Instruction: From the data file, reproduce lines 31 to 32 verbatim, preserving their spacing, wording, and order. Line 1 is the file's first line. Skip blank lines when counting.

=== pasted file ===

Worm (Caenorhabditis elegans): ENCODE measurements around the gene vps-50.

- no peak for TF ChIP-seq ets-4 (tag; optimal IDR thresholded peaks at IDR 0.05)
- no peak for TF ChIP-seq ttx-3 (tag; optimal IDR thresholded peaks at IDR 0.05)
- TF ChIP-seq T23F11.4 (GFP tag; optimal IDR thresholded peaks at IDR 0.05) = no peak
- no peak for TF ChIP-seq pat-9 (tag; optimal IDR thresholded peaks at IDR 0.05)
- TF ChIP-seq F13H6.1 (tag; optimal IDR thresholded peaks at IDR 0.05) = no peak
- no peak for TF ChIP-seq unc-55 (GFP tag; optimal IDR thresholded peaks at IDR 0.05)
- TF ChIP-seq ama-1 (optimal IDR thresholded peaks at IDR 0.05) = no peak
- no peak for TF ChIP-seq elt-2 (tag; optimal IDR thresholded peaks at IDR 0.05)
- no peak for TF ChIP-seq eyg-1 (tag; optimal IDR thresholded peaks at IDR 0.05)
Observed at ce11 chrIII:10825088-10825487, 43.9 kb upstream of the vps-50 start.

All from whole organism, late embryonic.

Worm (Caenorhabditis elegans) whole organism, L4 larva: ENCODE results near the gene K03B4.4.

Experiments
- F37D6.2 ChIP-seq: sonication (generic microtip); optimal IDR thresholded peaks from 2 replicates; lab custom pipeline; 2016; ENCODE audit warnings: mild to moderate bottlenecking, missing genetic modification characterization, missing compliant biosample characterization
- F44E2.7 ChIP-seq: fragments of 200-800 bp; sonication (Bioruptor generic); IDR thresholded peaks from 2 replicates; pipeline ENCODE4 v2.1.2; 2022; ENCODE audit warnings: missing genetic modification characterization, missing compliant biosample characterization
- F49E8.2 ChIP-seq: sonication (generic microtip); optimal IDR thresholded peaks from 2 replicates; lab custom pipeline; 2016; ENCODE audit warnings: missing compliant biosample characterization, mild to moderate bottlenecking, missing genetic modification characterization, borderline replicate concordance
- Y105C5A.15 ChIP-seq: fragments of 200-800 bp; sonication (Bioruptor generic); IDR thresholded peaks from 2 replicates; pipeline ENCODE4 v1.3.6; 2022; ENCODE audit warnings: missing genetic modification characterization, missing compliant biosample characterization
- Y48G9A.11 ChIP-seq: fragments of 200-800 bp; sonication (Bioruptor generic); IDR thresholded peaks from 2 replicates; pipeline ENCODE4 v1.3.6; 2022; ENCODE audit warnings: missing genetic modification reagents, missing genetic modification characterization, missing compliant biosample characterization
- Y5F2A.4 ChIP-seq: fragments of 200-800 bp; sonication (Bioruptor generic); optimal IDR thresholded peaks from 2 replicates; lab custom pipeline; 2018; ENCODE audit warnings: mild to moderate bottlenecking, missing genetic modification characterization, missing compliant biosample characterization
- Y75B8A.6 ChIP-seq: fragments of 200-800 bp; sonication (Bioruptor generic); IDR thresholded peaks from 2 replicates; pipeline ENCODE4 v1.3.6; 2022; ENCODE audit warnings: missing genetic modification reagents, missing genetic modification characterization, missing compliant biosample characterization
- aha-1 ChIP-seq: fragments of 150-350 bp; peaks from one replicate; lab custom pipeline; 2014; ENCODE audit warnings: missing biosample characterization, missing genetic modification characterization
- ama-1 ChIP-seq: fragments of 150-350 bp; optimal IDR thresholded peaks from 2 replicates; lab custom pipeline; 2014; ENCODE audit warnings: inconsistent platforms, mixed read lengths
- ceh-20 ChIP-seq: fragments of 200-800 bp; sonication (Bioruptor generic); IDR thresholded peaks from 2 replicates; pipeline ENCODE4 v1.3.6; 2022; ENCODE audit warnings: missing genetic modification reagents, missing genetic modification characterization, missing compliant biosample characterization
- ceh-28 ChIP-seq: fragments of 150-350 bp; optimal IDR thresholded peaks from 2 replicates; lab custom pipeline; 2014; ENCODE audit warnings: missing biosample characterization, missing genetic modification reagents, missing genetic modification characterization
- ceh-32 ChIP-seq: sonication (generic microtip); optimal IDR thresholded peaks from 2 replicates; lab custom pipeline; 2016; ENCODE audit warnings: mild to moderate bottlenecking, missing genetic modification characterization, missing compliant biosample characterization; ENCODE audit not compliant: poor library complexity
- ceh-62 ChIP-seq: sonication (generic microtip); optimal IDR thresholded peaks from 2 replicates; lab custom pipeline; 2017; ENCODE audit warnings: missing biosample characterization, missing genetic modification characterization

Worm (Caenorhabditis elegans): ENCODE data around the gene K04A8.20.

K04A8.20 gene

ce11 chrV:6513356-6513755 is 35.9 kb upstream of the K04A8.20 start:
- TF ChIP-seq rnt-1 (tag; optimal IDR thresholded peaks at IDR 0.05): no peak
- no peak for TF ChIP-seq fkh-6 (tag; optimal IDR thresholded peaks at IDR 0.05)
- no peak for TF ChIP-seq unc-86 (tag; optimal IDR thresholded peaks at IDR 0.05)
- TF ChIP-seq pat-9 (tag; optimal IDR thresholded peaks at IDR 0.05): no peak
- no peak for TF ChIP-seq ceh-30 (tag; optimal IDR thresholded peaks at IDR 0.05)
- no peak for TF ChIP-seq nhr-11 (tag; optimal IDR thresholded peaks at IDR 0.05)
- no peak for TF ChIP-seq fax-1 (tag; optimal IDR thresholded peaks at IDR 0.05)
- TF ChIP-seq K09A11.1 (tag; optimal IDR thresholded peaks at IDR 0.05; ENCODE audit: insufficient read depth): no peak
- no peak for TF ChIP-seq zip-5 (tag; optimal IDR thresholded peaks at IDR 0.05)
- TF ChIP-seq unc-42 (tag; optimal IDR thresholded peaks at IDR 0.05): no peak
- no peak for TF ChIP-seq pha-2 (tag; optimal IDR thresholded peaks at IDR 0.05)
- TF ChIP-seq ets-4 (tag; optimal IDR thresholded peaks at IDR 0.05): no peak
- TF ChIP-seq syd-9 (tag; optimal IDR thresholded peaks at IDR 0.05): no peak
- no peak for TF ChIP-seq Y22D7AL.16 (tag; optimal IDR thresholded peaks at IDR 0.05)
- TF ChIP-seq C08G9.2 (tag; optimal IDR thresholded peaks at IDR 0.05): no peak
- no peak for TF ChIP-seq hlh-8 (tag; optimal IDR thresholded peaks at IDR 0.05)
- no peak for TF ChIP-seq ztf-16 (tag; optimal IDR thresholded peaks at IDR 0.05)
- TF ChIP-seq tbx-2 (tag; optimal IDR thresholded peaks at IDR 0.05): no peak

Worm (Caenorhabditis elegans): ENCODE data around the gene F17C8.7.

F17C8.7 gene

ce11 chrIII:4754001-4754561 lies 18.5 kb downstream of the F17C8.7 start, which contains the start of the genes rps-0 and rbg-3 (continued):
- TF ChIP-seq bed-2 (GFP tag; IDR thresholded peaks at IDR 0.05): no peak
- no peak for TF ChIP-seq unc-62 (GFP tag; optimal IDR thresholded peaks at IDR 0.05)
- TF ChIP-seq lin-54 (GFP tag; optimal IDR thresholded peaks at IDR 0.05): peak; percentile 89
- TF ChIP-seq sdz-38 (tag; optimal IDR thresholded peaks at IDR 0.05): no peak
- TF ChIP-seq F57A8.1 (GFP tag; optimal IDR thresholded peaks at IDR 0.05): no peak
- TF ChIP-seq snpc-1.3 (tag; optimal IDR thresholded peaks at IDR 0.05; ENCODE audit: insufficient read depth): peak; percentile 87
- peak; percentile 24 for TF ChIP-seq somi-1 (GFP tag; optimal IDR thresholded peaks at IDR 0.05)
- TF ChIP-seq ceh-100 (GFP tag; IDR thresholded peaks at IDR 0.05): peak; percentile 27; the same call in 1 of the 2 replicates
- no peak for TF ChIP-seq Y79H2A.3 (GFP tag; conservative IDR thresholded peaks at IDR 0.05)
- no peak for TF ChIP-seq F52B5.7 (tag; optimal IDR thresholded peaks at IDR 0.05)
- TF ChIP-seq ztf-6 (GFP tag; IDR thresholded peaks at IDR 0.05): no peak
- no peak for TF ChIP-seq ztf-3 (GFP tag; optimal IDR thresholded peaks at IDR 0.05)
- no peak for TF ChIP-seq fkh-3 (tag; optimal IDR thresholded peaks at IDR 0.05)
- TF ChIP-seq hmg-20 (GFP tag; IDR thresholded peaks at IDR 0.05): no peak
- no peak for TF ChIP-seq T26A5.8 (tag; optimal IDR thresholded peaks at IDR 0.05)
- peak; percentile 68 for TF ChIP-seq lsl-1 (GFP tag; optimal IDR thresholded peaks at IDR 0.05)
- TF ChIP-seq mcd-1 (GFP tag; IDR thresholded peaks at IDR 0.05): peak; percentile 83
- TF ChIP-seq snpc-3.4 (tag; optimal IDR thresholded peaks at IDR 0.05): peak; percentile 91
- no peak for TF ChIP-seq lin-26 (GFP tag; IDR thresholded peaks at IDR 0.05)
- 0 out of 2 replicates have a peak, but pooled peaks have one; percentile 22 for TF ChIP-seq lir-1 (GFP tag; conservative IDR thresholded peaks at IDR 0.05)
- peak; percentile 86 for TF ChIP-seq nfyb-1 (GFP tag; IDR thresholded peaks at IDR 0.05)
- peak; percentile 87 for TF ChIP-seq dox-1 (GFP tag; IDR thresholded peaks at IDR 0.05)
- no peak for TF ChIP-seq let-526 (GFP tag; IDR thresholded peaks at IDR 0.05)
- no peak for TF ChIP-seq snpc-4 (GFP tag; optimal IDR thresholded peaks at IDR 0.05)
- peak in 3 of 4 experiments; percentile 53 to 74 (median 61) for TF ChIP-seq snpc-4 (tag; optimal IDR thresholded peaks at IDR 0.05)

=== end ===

- TF ChIP-seq rnt-1 (tag; optimal IDR thresholded peaks at IDR 0.05): no peak
- no peak for TF ChIP-seq fkh-6 (tag; optimal IDR thresholded peaks at IDR 0.05)